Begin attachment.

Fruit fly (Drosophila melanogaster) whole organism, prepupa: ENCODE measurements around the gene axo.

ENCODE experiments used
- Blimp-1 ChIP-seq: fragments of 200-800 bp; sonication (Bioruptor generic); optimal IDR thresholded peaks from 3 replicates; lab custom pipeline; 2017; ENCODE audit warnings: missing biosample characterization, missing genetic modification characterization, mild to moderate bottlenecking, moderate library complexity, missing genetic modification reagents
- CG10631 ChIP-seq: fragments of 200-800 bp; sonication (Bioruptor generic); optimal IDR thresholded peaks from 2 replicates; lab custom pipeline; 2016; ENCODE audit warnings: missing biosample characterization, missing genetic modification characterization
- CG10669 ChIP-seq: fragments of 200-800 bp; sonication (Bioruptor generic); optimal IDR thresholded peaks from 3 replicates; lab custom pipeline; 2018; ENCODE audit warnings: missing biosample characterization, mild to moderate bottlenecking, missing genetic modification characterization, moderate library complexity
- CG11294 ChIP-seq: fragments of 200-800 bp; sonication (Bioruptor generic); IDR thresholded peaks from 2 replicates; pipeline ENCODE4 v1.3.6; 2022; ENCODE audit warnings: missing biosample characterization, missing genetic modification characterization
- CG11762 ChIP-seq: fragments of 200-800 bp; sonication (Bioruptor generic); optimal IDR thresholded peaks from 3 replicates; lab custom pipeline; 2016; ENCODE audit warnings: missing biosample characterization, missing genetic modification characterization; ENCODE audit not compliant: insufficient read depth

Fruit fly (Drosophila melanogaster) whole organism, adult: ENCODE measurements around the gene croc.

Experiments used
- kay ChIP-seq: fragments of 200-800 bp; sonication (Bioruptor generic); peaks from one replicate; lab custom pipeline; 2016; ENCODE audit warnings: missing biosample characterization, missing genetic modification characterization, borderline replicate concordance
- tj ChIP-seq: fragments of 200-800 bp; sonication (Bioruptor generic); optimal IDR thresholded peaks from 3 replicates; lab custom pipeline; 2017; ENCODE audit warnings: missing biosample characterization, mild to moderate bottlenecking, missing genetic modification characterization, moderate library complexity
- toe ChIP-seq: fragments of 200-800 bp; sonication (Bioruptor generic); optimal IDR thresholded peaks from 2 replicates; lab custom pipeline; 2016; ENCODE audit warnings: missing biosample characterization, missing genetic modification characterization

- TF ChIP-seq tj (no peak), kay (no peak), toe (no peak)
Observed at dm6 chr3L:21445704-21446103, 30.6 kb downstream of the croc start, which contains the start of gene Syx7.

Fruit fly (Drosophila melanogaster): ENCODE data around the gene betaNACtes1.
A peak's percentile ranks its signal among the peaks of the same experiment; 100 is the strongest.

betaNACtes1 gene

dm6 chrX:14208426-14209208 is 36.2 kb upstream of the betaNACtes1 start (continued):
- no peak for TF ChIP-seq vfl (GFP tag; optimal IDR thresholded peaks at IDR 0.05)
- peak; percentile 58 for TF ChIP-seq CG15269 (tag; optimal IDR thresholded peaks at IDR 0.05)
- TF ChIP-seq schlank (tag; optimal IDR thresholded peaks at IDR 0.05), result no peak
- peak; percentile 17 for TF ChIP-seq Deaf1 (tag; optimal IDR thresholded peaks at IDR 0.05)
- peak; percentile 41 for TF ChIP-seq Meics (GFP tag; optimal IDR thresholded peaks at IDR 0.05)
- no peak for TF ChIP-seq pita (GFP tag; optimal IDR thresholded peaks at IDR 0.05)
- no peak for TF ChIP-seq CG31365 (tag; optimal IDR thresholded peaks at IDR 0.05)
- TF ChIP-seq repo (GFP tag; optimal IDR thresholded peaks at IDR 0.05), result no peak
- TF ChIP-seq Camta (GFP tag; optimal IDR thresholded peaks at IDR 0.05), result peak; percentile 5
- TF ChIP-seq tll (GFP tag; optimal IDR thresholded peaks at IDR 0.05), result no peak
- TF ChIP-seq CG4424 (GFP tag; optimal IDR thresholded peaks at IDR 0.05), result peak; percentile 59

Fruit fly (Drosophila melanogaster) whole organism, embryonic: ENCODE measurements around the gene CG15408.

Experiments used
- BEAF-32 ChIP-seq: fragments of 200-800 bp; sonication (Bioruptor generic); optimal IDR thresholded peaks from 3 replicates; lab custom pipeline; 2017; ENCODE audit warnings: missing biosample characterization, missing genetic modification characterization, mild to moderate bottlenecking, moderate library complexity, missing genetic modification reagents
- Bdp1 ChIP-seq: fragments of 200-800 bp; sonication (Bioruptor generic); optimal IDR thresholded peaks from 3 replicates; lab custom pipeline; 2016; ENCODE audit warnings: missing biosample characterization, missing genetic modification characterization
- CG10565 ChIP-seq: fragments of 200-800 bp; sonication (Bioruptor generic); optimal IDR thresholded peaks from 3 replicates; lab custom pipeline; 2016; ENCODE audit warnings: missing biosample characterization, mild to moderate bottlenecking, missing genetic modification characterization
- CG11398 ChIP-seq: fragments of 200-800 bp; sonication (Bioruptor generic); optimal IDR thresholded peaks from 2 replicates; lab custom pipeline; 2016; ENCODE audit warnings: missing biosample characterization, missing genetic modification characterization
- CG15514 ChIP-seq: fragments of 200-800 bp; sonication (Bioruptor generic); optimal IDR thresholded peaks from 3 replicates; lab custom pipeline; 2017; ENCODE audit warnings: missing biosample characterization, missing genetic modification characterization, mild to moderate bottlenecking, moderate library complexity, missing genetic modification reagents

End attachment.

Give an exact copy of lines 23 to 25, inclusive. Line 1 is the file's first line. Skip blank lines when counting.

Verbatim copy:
- peak; percentile 41 for TF ChIP-seq Meics (GFP tag; optimal IDR thresholded peaks at IDR 0.05)
- no peak for TF ChIP-seq pita (GFP tag; optimal IDR thresholded peaks at IDR 0.05)
- no peak for TF ChIP-seq CG31365 (tag; optimal IDR thresholded peaks at IDR 0.05)